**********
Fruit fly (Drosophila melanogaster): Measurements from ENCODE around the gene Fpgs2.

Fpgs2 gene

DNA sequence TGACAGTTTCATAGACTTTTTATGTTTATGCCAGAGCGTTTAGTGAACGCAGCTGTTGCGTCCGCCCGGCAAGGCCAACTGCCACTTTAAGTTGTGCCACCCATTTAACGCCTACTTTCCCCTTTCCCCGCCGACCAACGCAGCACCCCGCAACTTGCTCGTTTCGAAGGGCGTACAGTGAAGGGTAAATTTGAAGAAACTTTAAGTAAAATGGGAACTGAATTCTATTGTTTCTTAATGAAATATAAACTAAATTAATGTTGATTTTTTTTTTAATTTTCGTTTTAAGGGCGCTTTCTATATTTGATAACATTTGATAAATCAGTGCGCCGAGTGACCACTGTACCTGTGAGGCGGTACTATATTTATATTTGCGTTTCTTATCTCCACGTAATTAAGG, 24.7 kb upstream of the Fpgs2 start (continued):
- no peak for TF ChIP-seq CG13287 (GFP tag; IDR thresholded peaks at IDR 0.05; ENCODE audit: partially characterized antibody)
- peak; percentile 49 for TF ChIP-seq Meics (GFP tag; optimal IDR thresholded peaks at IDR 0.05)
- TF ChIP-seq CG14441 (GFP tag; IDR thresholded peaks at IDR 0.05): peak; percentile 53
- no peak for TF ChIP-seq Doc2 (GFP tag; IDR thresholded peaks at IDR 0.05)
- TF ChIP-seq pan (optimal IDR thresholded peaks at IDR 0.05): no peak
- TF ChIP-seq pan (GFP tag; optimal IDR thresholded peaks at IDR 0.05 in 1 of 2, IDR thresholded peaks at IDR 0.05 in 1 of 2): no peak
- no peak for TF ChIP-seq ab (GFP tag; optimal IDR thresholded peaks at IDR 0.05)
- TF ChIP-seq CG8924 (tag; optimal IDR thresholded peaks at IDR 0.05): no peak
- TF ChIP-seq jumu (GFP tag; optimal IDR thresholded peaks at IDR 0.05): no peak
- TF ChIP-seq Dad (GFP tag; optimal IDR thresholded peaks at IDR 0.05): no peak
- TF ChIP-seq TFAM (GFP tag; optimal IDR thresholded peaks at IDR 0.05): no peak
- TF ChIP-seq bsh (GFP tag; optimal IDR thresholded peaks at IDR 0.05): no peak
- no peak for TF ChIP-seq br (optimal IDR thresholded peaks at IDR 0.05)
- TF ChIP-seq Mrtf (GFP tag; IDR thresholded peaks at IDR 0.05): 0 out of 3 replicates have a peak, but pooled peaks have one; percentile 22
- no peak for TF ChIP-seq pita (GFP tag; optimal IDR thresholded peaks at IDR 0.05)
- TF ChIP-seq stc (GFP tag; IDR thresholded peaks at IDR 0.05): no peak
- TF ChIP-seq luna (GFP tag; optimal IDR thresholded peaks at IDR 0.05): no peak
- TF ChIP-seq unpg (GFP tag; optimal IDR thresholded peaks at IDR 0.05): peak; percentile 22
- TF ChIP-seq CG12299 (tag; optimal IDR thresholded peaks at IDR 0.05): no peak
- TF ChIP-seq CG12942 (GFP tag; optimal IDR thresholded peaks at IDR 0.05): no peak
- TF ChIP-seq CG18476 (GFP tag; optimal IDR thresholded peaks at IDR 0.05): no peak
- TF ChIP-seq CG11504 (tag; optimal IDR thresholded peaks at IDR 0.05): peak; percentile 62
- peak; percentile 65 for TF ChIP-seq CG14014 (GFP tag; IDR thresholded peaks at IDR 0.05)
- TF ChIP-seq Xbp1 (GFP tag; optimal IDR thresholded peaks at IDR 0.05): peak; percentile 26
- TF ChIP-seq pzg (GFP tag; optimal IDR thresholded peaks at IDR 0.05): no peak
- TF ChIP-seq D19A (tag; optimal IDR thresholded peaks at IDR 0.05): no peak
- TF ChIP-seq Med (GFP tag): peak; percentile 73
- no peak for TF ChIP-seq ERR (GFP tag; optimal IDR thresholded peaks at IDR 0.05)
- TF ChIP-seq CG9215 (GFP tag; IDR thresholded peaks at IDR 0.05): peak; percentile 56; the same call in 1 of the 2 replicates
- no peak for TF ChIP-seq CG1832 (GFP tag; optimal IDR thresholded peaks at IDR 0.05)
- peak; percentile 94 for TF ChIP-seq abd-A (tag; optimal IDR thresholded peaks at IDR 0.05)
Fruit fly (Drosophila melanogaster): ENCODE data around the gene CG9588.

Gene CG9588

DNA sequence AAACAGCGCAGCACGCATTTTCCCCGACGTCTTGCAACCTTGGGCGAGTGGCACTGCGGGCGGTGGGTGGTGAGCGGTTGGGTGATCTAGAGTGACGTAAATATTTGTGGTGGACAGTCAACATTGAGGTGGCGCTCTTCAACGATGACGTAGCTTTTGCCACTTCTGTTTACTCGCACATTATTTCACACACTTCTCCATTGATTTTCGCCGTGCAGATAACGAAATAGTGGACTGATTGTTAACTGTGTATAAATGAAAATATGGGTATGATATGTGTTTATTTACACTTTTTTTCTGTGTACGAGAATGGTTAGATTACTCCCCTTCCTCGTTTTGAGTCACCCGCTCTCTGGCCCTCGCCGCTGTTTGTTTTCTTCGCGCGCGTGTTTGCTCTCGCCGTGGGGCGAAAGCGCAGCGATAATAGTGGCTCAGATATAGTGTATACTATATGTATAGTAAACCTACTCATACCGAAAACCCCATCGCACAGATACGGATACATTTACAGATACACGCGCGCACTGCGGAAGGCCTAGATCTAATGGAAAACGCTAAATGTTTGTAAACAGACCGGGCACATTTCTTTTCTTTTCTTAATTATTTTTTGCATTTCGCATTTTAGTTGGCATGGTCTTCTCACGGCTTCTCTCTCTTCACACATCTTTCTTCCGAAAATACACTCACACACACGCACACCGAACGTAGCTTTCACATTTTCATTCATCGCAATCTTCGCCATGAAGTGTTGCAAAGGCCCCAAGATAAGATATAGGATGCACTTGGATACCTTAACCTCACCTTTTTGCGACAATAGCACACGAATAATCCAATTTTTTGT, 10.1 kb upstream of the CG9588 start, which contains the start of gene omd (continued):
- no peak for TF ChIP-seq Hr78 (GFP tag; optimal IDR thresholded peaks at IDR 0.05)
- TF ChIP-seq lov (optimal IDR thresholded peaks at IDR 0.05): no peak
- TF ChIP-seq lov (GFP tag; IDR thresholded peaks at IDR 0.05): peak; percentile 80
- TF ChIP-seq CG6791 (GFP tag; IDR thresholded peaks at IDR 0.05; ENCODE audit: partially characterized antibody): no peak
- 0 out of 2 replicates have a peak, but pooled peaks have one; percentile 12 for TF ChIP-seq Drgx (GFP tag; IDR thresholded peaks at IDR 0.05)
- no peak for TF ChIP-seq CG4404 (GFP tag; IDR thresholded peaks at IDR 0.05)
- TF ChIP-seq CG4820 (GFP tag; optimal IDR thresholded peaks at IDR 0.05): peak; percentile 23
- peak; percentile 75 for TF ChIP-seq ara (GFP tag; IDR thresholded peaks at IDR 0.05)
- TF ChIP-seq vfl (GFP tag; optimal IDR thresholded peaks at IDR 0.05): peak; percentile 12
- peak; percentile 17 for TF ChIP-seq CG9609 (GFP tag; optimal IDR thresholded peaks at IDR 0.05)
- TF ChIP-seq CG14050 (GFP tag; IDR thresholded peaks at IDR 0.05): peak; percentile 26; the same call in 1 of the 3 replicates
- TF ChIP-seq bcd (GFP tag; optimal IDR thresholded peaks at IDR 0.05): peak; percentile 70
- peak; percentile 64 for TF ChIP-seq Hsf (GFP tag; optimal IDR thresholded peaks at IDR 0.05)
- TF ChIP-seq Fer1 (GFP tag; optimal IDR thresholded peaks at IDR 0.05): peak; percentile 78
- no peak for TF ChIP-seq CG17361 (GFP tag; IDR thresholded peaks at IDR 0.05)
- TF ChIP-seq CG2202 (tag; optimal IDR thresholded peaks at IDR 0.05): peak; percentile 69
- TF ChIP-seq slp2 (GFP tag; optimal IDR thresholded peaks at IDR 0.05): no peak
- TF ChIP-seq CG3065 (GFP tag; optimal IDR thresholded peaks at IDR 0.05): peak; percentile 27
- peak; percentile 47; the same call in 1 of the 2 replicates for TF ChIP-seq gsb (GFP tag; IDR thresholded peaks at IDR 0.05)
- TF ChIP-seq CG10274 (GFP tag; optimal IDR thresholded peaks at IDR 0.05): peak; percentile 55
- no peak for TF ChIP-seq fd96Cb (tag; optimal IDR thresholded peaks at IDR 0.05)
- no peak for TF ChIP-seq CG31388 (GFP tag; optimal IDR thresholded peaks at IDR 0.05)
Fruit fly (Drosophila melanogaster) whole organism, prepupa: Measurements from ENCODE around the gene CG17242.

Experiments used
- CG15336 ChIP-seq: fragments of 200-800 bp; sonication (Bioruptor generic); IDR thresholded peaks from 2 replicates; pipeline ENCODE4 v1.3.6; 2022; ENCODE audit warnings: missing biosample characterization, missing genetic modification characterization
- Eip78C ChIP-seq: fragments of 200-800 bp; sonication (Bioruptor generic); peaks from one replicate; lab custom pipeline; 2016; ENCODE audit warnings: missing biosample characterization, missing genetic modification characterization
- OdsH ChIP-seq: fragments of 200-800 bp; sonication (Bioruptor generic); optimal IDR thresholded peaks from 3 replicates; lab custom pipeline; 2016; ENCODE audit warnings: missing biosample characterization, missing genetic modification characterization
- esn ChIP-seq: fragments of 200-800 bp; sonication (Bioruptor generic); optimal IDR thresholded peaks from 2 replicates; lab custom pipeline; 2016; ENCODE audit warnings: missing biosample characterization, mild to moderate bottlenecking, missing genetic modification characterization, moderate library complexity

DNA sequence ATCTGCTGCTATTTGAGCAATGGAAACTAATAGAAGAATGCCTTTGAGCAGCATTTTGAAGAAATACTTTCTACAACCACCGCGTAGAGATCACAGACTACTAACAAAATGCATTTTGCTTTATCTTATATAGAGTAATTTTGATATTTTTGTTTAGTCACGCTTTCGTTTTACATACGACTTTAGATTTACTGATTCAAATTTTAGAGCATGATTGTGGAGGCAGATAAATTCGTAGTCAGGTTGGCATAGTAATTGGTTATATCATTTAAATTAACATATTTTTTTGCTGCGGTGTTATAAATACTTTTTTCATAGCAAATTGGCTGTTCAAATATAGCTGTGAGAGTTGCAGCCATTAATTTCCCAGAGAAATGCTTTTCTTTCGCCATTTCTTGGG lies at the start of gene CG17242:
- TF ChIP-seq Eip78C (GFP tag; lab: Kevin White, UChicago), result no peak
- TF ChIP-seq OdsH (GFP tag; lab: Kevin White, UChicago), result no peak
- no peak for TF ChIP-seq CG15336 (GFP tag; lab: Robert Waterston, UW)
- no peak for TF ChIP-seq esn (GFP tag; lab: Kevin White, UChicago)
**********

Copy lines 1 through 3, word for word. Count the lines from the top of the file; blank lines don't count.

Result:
Fruit fly (Drosophila melanogaster): Measurements from ENCODE around the gene Fpgs2.

Fpgs2 gene

DNA sequence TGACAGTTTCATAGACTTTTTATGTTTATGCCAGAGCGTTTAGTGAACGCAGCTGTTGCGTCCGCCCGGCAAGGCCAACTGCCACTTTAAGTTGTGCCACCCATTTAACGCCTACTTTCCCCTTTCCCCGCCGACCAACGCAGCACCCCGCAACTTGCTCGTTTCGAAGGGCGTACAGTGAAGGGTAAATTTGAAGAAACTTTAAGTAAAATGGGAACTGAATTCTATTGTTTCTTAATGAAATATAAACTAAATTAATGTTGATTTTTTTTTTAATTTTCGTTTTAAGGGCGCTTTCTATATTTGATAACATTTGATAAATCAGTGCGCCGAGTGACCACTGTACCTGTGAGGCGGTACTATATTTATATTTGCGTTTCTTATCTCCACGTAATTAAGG, 24.7 kb upstream of the Fpgs2 start (continued):